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Review: Hopeless… Yep, Sounds About Right.


Title: Hopeless

Author: Colleen Hoover

Published: December 2012

Genre: Young Adult Fiction

 

Rating: ★

 

I had high hopes for Hoover’s Young Adult novel… I really did. I picked it as an easy summer beach read and it genuinely started that way.  Sweet, something simple and entertaining; a little silly and effectively dealing with teenage relationships and personal/social relationships: boy, was I ever wrong.  This novel has so many problems with it that I would hazard saying that it is precisely what is “wrong” with Young Adult novels: it is exactly why people disparage YA as trivial, ridiculous dribble.  The vast majority of the story revolves around completely unrealistic two-dimensional characters. There are truly only two problems with this novel… the problem is that they are the plot and the characters.

 

You know when you read Wuthering Heights and you have to stop for a moment to collect your understanding of their family tree because all the names are so similar?  This is like that but without the benefit of a phenomenal storyline and incredible character development.  I’m just overwhelmed and genuinely angry at the plot holes, stereotypical characters, and all the inauthentic relationships and timelines Hoover creates.

 

Heads Up! There are spoilers below.  Big ones.  And lots of ’em.

 

Let’s start out with the easily dealt with problems: the relationship created between Holder and Sky is a carbon copy all those completely unhealthy, misunderstood bad boy-turned-wonderful boyfriend relationships that we need to stop writing.  Being an attractive boy does not—EVER—give you a free pass to be exorbitantly creepy.

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Chasing someone out to a parking lot because you have to be near them: creepy.

Knowing details of someone’s life without them telling you and then telling them that you know said details: creepy.

Climbing into their window after you’ve had a fight broken up with them just so you can feel them: creepy.

Not telling your girlfriend that you recognize them as the neighbor-girl that was abducted as a child: creepy.

 

Sky literally faints at the sight of Holder.  Really?  This is exactly the kind of crap that needs to be taken out of books and beaten with a stick.  People do not faint because they’re so attractive.  Please stop making characters that are ridiculous in every sense of the word.  Unique is important.  Blatantly crap ruins what could have been a truly effecting book.

 

I like issue-novels:  they open dialogue and are an effective and—typically—safe way to combat contemporary problems, but in this case the trauma and dramatics are so over-the-top that they bridge into melodrama territory.  I want to applaud Hoover for trying to broach such a difficult subject: discussions of incest, assault, and rape are incredibly difficult to articulate and creating believable storylines with characters even more so.  It was a valiant effort, but fell short.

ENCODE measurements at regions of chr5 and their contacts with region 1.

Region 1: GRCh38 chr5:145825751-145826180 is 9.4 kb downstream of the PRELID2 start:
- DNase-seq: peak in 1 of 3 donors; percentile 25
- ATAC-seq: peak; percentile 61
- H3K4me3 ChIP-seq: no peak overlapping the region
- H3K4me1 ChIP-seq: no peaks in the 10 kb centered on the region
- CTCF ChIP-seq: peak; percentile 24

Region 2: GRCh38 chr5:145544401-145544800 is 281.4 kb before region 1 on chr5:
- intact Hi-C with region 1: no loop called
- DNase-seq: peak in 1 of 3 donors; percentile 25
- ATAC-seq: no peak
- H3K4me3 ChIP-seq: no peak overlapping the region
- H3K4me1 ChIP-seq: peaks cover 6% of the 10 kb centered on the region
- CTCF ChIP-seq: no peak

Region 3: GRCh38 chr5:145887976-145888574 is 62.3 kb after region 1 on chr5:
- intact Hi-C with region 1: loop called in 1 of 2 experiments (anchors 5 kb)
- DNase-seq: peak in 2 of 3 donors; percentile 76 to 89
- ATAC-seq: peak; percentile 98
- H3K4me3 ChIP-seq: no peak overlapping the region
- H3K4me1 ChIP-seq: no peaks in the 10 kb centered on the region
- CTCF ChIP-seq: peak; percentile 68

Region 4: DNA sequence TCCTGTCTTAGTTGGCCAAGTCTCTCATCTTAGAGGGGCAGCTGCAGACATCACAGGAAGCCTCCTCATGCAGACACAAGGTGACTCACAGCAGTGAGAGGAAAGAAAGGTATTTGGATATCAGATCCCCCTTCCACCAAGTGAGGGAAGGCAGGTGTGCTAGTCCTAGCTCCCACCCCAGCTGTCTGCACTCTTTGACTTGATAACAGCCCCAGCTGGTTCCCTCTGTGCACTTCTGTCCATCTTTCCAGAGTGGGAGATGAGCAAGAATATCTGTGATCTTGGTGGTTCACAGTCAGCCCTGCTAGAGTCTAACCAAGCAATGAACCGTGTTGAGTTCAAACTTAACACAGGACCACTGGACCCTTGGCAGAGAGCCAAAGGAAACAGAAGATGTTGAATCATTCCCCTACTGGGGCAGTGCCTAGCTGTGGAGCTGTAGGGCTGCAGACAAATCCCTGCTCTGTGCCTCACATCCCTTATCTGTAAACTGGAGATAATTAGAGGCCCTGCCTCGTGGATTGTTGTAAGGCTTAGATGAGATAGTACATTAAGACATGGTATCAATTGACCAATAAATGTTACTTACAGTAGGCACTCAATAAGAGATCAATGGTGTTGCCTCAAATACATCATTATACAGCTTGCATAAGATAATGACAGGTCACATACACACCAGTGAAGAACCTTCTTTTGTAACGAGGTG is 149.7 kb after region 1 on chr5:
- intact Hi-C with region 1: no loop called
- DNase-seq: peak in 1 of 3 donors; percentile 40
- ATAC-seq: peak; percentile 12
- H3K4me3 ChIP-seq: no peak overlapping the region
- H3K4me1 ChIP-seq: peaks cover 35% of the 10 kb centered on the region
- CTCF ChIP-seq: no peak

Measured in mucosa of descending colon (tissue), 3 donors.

It would be bad enough that Sky was raped by her father, but Hoover goes even further:  Sky was raped as a child, abducted by her aunt—who raises her as her own daughter—who was also raped by Sky’s father, as was Sky’s best friend—Lesslie—after Sky was taken, but it also turns out that Lesslie is Sky’s boyfriend’s twin sister who committed suicide as a result of her childhood rape.  Whaaaaat?? Could it be more unnecessarily complicated?

 

Further, there are intensely mixed messages around Sky and her sexuality.  Yes, as a teen, her sexuality is developing and that can cause understandable ambiguity in writing or changes throughout the novel, but the way Sky develops into her sexual relationship with Holder is mind-boggling atrocious.  First—before she’s even had consensual sex with an appropriate partner—she is slut shamed.  No one knows about her childhood so they have no cause to utilize that as ammunition in their ‘you’re a whore’ gun (not that anyone should or would).  Instead, because her best friend Six is openly sexual, she too is painted as a slut.  Aaand I couldn’t care less about Six.

 

Then, after remembering her past abuse—and I don’t mean a while later, I mean within a couple hours—Sky decides that this is the time to really make love with her creepy, obsessive boyfriend.  Are you kidding?   It is immensely implausible that anyone, having just realized they suppressed memories of their own childhood sexual abuse, would have sex with their boyfriend whose sister was also sexually abused by the same man.  Also, what partner is going to want to do that?

 

When you’re dealing with such impactful and sensitive subject you had better be damn sure to respond in an authentic and effective way.  The entirety of Sky’s adventure into her past and the development of her relationship with Holder are incredibly rushed and feel completely inaccurately forged.  As much as I wanted to care about Sky, her abduction, sexual abuse, and coming of age story where she reclaimed her sexuality, I can’t.  That is that main problem with Hopeless; not just that it borders on melodrama or that the characters are exceptionally stereotypical, but that, as I reader, I couldn’t care less about the outcome for Sky, Holder, or any of the other characters.


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